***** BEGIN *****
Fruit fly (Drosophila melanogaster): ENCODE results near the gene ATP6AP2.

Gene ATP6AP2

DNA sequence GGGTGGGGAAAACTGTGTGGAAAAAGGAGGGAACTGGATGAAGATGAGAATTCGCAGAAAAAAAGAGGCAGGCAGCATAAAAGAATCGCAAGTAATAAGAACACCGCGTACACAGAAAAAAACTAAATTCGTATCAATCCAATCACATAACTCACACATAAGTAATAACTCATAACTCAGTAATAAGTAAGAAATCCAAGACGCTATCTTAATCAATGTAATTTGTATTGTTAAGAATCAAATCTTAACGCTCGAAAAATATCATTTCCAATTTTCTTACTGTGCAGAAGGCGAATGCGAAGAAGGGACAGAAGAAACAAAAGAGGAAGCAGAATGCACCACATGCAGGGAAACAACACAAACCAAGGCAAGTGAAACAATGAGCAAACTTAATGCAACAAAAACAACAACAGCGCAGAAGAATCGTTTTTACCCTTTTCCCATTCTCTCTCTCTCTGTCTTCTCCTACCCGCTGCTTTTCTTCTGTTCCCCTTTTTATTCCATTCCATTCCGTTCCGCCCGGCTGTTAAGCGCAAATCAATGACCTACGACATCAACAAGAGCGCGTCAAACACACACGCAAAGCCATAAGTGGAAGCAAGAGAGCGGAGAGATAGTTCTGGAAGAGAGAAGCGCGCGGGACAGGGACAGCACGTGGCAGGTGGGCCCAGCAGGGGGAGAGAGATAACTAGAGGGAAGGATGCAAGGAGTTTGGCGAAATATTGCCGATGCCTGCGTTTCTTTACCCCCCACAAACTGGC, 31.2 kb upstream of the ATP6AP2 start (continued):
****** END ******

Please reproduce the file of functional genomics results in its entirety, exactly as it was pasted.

Fruit fly (Drosophila melanogaster): ENCODE results near the gene ATP6AP2.

Gene ATP6AP2

DNA sequence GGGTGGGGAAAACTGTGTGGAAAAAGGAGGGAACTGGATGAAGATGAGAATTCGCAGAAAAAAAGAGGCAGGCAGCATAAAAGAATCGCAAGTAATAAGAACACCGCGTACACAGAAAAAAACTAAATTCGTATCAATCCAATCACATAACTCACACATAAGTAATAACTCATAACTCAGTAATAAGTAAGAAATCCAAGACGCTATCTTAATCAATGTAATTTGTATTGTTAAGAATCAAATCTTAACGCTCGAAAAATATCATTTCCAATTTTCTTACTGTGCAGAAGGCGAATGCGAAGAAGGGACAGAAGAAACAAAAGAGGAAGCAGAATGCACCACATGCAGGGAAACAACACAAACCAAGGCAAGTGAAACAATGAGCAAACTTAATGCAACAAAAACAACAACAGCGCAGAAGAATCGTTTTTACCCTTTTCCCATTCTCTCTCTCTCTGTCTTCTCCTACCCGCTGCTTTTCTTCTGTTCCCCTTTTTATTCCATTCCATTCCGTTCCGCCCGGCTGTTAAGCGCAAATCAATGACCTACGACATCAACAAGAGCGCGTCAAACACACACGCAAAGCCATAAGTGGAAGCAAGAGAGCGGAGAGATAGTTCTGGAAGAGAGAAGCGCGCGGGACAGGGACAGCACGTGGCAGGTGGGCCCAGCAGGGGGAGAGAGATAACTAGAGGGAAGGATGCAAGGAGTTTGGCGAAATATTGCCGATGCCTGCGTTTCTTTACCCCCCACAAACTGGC, 31.2 kb upstream of the ATP6AP2 start (continued):